Farm Progress

John Deere’s on-board module building harvesters have revolutionized the storage and handling of cotton.

Thomas D. Valco, Cotton Technology Transfer Coordinator

March 20, 2017

3 Min Read
F-mounted antennas read information on radio frequency identification (RFID) tags embedded in cotton module covers.

In the early days of John Deere's round cotton modules, growers would typically group four rounds as a module load, using a module truck to carry the cotton from field to the gin.

Module tags were developed where the lead round module would get the ID tag and the other three rounds would be identified with the same number.

Information about the module was manually recorded and sometimes included additional data such as date, farm, variety, etc., on the tag.  

For many gins, rounds are now the dominant module type.

These modules are being transported from field to gin on flat bed, drop bed trailers, or trailers designed especially for rounds in groups greater than four.

Some growers are going tagless, using the RFID (radio frequency identification) tags embedded in the plastic module wrap to develop an information system. These unique module identifiers have enabled new methods for tracking and managing seed cotton from the field to the gin.

This information can be shared with both grower and ginner to better track and manage modules from field to the module feeder.


It all starts with Harvest Identification — Cotton by John Deere. Currently there are 18 different data points that are stored and transmitted to a database using

Related:Cotton ginners help keep Mississippi River strong

The data points include information such as client, farm, field, variety, machine, operator, field harvest location, harvest date and time, and module diameter. Future data (2017 JD models) will include module weight and moisture content. Using the application program interface (API) this information can be transmitted to the gin and the data can be accessed using the RFID tag.

While a majority of gins are not using the feature to electronically track modules, the concept is growing. To help get this technology moving, Cotton Incorporated has worked with gins to provide RFID readers, and has developed software that allows for a handheld reader to pair the module information with GPS coordinates from the phone that can provide a location.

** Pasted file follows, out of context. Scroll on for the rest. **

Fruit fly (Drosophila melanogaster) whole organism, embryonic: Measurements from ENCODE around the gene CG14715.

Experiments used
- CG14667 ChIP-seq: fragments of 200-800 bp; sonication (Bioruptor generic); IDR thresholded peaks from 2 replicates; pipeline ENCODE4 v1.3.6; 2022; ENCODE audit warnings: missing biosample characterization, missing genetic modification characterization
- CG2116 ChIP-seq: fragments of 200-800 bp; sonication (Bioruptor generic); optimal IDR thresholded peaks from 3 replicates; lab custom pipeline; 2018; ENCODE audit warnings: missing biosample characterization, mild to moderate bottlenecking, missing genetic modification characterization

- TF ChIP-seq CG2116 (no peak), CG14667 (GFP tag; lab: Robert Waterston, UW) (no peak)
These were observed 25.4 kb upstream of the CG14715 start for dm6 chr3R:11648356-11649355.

There are advantages to both the farmer and the gin, as it eliminates module tags, prevents loss of modules, and provides a direct location of the module that can be retrieved using the GPS coordinates. The grower is assured that he will have access to production and quality data to help make management decisions in the field.


Growers have documented the efficiency gains of John Deere on-board module building harvesters. However, we still have not captured the value that these harvesters will bring in terms of information gathering.

Related:Joe Jenkins: Helping farmers be stewards of soil

The machines are already collecting where and when the cotton was harvested, and when linked to the farm management system, it makes it possible for the gin to have access to multiple attributes of the cotton — especially the variety.

With the available data, farming and ginning can be used to make decisions to supplement precision ag technology adoption. Examples foreseen in the future include variety, leaf index, seed moisture content from sensors, and/or prevailing weather conditions at the time of harvest; within-field variation in yield that could be a predictor of relative fiber quality; and expected relative ginning rate (will a variety typically be “hard” or “easy” to gin?).

These data can be used to help ginners make adjustments to maximize grower returns.


About the Author(s)

Thomas D. Valco

Cotton Technology Transfer Coordinator, USDA Agricultural Research Service, Stoneville, Miss.

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